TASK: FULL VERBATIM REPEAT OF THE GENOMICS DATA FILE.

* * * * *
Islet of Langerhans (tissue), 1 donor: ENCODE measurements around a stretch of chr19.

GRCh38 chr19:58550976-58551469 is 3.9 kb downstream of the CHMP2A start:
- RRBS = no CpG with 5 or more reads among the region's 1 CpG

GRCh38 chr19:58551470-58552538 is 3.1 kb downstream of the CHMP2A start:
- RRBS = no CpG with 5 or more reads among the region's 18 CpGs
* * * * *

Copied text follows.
Islet of Langerhans (tissue), 1 donor: ENCODE measurements around a stretch of chr19.

GRCh38 chr19:58550976-58551469 is 3.9 kb downstream of the CHMP2A start:
- RRBS = no CpG with 5 or more reads among the region's 1 CpG

GRCh38 chr19:58551470-58552538 is 3.1 kb downstream of the CHMP2A start:
- RRBS = no CpG with 5 or more reads among the region's 18 CpGs